A Story

Internet listening flat in September; year-over-year growth

Tuesday, November 5, 2013 - 11:50am

Triton Digital released its Webcast Metrics Top 20 Ranker for September yesterday, revealing that Internet listening among Triton's top-20 clients was sequentially flat from August. (iTunes Radio, which began operating during September, has not been announced as a Triton client.) Looking at Average Active Sessions (AAS) as the guiding metric, we see a statistical dead heat in cumulative listening to the top-20 list.

Within the ranking, the best nominal month-over-month success belonged to market leader Pandora, which gained nearly 24,000 average active sessions. In percentage terms the monthly top-gainer wasESPN Radio, which grew active sessions 110 percent. The largest August-to-September percentage drop-off is attributed to New York Public Radio (September tracked at 84% of August).

The long-term historical trend of the top five leaders (see chart below) shows Pandora’s dramatic climb over the past four years. That trendline also illustrates summertime dips in listening that occurred in 2011, 2012, and 2013.

Year-over-year, we see 19% growth in cumulative listening, gauged by Average Active Sessions. Both NPR (133%) and Univision (104%) more than doubled listening from September 2012. Pandora showed an 18-percent improvement from September 2012, by adding 232,000 sessions. Most of the other top-20 participants experienced year-over-year gains, but Cox and New York Public Radio each dropped in listening by single percentage points.

The following chart illustrates cumulative year-over-year listening growth, with the top five leaders called out.

Here is the Top 20 domestic list from Triton Digital, organized by Average Active Sessions, Domestic streams from 6:00am to midnight.

Domestic market leader Pandora does not appear in the international All Streams Ranker. At the top of that cohort is Clear Channel, which dropped six percent month-over-month, with AAS reducing by 14,630 sessions:

YouTube continues search for new music identity with awards show

Monday, November 4, 2013 - 1:10pm

The YouTube Music Awards played last night with an anti-TV programming sensibility, to a small anti-TV audience. A reported peak concurrent audience of 220,000 individuals streamed the event. Total viewership finalized to 873,000 people, according to the live page. The thumbs up/down voting system registered 79 percent positive response.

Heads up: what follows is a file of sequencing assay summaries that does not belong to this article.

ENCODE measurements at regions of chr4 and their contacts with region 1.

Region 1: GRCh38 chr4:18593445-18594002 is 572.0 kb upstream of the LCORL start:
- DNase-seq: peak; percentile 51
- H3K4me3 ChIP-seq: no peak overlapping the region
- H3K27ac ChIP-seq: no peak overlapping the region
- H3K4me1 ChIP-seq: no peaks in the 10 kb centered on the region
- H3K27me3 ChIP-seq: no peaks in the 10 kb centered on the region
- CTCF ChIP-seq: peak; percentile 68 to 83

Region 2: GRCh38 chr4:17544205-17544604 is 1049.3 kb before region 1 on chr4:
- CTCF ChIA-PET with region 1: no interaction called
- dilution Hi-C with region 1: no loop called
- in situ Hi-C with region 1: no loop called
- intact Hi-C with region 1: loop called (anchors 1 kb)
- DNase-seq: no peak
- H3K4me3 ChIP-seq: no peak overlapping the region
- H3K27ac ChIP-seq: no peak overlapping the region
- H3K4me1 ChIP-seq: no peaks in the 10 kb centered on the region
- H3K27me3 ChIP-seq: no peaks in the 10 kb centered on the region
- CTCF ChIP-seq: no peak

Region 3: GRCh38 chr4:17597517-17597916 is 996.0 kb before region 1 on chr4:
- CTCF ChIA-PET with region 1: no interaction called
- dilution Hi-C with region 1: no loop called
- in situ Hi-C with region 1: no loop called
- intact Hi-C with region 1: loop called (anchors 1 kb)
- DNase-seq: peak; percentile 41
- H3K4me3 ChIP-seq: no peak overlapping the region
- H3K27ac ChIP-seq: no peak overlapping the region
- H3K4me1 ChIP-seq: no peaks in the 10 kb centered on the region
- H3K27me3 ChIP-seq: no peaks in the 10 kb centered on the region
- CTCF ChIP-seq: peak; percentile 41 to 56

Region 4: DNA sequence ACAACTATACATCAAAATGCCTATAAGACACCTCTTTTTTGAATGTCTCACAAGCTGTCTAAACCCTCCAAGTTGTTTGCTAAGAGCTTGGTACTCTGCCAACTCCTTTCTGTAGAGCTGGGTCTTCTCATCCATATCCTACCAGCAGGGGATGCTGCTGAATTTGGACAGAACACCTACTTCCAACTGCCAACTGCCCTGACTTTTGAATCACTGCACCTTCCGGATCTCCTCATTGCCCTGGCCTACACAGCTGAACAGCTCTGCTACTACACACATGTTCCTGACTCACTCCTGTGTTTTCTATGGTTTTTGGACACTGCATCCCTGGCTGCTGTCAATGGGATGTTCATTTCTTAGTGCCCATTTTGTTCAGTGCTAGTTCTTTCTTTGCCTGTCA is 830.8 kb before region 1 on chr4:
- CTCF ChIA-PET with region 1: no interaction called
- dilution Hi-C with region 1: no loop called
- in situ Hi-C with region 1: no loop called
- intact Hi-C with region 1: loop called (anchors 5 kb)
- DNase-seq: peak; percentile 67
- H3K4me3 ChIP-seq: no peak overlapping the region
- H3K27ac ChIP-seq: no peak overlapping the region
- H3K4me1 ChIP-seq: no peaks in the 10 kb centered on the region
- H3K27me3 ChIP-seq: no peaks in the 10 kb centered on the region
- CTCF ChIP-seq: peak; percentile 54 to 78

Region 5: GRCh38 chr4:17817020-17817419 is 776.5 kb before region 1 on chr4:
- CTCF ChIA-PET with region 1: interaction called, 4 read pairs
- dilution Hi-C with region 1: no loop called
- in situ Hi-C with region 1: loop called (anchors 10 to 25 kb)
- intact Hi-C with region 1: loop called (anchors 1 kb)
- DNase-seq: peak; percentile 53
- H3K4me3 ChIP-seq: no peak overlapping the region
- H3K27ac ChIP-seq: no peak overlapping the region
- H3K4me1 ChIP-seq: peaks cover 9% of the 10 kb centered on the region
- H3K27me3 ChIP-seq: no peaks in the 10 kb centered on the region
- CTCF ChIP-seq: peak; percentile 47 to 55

The live audience represented less than one tenth of one percent of YouTube’s claimed 1-billion users.

YouTube is authoritatively rumored to be ramping up a music service that would formalize the platform’s unofficial status as the most-used online listening platform. Hosting a music awards spectacle makes sense in the double context of a music streaming site, and a social network. The relative lack of interest among users might reflect the futility of emulating old-media formats in new-media services. Despite the implications of YouTube’s name (a new kind of television “tube”), the platform’s core competency is facilitating and organizing user-uploaded content, not imitating TV shows.

Questions about the purported music service loom, the largest being how Google will add value to a platform which already has immense value built into it. (See RAIN’s analysis here.) YouTube’s runaway success has perhaps sent it running in directions unforeseen when Google acquired the thing in 2006. If the Music Awards show was a fun stab in the dark, well and good. But as a test of making YouTube something it is essentially not, the YouTube Music Awards didn’t seem to work. 

Spotify enables clip sharing via Tango Messenger

Sunday, November 3, 2013 - 11:35am

Spotify, which arguably has the most vigorous social environment of the interactive music services, is pushing social sharing outside of its apps, via a new partnership with Tango Messenger.

Tango is a stand-alone message, game and communications service. Members can interact with texts, lightweight games, animations, and now 30-second music clips supplied by Spotify. The business play is to hook new users into the Spotify music-and-app ecosystem. To hear the full track of a clip, Tango throws the user into the Spotify app -- which of course must be downloaded if the user doesn’t already have it.

A quick test of the latest Tango update in Android revealed the music-sharing piece in place and functioning perfectly.

Tango is a four-year-old company with current funding of $85-million. The service has 150-million registered users as of September, and a reported 60-million active monthly users. Spotify has 24-million global actives and six-million paid subscribers.

Pandora releases Android tablet app

Thursday, October 31, 2013 - 12:30pm

Pandora is making some fanfare over the release of a new Android tablet app, which re-packages Android version 5 for the bigger screen. Version 5 exists for Android phone and Apple phones, with the same essential features as the tablet version, but in a compressed form.

We like music services in tablets -- Pandora, Rhapsody, Spotify, iHeart, and many others get lots of tablet time in the RAIN editorial office. We’re not sanguine about the mainstream future of mobile listening on tablets, especially in the car where the convenience of smartphones rules the cockpit. But tablets give app developers enough room to create multiple overlying swipe screens, which comprise the great navigation advantage of larger devices.

The release gives Pandora an opportunity to brag about version-5 features:

  • Informational artist pages with Music Genome characteristics. Those Genome aspects, while just a fraction of a complex music analysis, give an indication of why Pandora selected the music for you to hear.